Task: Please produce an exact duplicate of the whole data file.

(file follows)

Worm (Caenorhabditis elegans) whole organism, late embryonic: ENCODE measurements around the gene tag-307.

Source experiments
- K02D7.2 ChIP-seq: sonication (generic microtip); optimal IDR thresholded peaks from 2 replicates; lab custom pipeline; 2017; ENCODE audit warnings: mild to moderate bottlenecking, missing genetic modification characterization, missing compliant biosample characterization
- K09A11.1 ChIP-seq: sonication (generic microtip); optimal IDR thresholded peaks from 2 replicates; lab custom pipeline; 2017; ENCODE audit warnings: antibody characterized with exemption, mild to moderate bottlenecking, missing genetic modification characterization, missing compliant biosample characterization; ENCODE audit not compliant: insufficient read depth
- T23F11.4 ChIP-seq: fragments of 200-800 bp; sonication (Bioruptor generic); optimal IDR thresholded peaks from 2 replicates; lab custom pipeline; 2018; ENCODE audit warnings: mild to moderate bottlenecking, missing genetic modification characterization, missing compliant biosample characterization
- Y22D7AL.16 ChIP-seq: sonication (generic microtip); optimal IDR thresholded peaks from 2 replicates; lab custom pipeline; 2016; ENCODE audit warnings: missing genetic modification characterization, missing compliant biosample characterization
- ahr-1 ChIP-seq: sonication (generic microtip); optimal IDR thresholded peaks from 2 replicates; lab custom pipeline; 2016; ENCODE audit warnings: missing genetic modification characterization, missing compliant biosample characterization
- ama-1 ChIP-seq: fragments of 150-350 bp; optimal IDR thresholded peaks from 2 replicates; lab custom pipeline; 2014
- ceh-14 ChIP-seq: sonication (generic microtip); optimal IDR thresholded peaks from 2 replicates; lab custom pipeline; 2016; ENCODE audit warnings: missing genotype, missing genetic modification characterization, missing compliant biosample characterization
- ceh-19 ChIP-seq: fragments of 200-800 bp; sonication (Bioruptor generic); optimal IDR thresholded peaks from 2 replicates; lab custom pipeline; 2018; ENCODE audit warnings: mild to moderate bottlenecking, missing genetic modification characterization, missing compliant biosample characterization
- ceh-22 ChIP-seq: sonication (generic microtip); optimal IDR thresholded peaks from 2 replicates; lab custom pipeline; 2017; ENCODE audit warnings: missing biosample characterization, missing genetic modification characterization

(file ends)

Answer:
Worm (Caenorhabditis elegans) whole organism, late embryonic: ENCODE measurements around the gene tag-307.

Source experiments
- K02D7.2 ChIP-seq: sonication (generic microtip); optimal IDR thresholded peaks from 2 replicates; lab custom pipeline; 2017; ENCODE audit warnings: mild to moderate bottlenecking, missing genetic modification characterization, missing compliant biosample characterization
- K09A11.1 ChIP-seq: sonication (generic microtip); optimal IDR thresholded peaks from 2 replicates; lab custom pipeline; 2017; ENCODE audit warnings: antibody characterized with exemption, mild to moderate bottlenecking, missing genetic modification characterization, missing compliant biosample characterization; ENCODE audit not compliant: insufficient read depth
- T23F11.4 ChIP-seq: fragments of 200-800 bp; sonication (Bioruptor generic); optimal IDR thresholded peaks from 2 replicates; lab custom pipeline; 2018; ENCODE audit warnings: mild to moderate bottlenecking, missing genetic modification characterization, missing compliant biosample characterization
- Y22D7AL.16 ChIP-seq: sonication (generic microtip); optimal IDR thresholded peaks from 2 replicates; lab custom pipeline; 2016; ENCODE audit warnings: missing genetic modification characterization, missing compliant biosample characterization
- ahr-1 ChIP-seq: sonication (generic microtip); optimal IDR thresholded peaks from 2 replicates; lab custom pipeline; 2016; ENCODE audit warnings: missing genetic modification characterization, missing compliant biosample characterization
- ama-1 ChIP-seq: fragments of 150-350 bp; optimal IDR thresholded peaks from 2 replicates; lab custom pipeline; 2014
- ceh-14 ChIP-seq: sonication (generic microtip); optimal IDR thresholded peaks from 2 replicates; lab custom pipeline; 2016; ENCODE audit warnings: missing genotype, missing genetic modification characterization, missing compliant biosample characterization
- ceh-19 ChIP-seq: fragments of 200-800 bp; sonication (Bioruptor generic); optimal IDR thresholded peaks from 2 replicates; lab custom pipeline; 2018; ENCODE audit warnings: mild to moderate bottlenecking, missing genetic modification characterization, missing compliant biosample characterization
- ceh-22 ChIP-seq: sonication (generic microtip); optimal IDR thresholded peaks from 2 replicates; lab custom pipeline; 2017; ENCODE audit warnings: missing biosample characterization, missing genetic modification characterization